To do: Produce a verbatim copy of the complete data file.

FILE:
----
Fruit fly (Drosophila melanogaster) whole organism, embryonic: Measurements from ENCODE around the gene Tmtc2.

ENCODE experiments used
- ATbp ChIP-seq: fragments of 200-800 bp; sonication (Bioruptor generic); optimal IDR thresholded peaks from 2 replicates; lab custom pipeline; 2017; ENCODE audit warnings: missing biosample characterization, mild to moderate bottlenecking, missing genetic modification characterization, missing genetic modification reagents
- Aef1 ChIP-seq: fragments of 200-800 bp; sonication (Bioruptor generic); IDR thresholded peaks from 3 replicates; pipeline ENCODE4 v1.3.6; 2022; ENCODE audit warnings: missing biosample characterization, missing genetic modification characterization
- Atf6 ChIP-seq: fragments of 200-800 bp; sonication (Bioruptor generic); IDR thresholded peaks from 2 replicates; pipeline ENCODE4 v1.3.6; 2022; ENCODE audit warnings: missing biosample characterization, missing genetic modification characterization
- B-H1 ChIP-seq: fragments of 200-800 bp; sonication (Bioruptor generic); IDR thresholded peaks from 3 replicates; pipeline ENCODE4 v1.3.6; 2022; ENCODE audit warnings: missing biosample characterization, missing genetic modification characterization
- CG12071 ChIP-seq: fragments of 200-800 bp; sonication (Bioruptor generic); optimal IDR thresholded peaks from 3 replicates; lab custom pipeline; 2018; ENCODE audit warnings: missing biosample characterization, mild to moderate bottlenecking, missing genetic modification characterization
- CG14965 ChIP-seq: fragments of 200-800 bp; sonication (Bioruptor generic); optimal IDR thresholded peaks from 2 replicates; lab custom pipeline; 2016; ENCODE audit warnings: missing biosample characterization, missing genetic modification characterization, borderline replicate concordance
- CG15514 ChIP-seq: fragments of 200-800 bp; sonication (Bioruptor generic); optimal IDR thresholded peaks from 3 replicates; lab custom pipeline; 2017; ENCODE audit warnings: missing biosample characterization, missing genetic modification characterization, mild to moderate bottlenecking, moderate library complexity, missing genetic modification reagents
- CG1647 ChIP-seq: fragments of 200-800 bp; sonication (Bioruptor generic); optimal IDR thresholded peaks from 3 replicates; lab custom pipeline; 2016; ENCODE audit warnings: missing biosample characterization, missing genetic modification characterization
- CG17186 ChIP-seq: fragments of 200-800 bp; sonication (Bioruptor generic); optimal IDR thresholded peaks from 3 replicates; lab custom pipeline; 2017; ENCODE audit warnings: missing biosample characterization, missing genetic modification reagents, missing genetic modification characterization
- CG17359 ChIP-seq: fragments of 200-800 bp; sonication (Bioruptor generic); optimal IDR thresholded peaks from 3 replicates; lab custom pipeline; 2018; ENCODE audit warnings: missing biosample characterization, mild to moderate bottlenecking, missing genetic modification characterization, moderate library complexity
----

Fruit fly (Drosophila melanogaster) whole organism, embryonic: Measurements from ENCODE around the gene Tmtc2.

ENCODE experiments used
- ATbp ChIP-seq: fragments of 200-800 bp; sonication (Bioruptor generic); optimal IDR thresholded peaks from 2 replicates; lab custom pipeline; 2017; ENCODE audit warnings: missing biosample characterization, mild to moderate bottlenecking, missing genetic modification characterization, missing genetic modification reagents
- Aef1 ChIP-seq: fragments of 200-800 bp; sonication (Bioruptor generic); IDR thresholded peaks from 3 replicates; pipeline ENCODE4 v1.3.6; 2022; ENCODE audit warnings: missing biosample characterization, missing genetic modification characterization
- Atf6 ChIP-seq: fragments of 200-800 bp; sonication (Bioruptor generic); IDR thresholded peaks from 2 replicates; pipeline ENCODE4 v1.3.6; 2022; ENCODE audit warnings: missing biosample characterization, missing genetic modification characterization
- B-H1 ChIP-seq: fragments of 200-800 bp; sonication (Bioruptor generic); IDR thresholded peaks from 3 replicates; pipeline ENCODE4 v1.3.6; 2022; ENCODE audit warnings: missing biosample characterization, missing genetic modification characterization
- CG12071 ChIP-seq: fragments of 200-800 bp; sonication (Bioruptor generic); optimal IDR thresholded peaks from 3 replicates; lab custom pipeline; 2018; ENCODE audit warnings: missing biosample characterization, mild to moderate bottlenecking, missing genetic modification characterization
- CG14965 ChIP-seq: fragments of 200-800 bp; sonication (Bioruptor generic); optimal IDR thresholded peaks from 2 replicates; lab custom pipeline; 2016; ENCODE audit warnings: missing biosample characterization, missing genetic modification characterization, borderline replicate concordance
- CG15514 ChIP-seq: fragments of 200-800 bp; sonication (Bioruptor generic); optimal IDR thresholded peaks from 3 replicates; lab custom pipeline; 2017; ENCODE audit warnings: missing biosample characterization, missing genetic modification characterization, mild to moderate bottlenecking, moderate library complexity, missing genetic modification reagents
- CG1647 ChIP-seq: fragments of 200-800 bp; sonication (Bioruptor generic); optimal IDR thresholded peaks from 3 replicates; lab custom pipeline; 2016; ENCODE audit warnings: missing biosample characterization, missing genetic modification characterization
- CG17186 ChIP-seq: fragments of 200-800 bp; sonication (Bioruptor generic); optimal IDR thresholded peaks from 3 replicates; lab custom pipeline; 2017; ENCODE audit warnings: missing biosample characterization, missing genetic modification reagents, missing genetic modification characterization
- CG17359 ChIP-seq: fragments of 200-800 bp; sonication (Bioruptor generic); optimal IDR thresholded peaks from 3 replicates; lab custom pipeline; 2018; ENCODE audit warnings: missing biosample characterization, mild to moderate bottlenecking, missing genetic modification characterization, moderate library complexity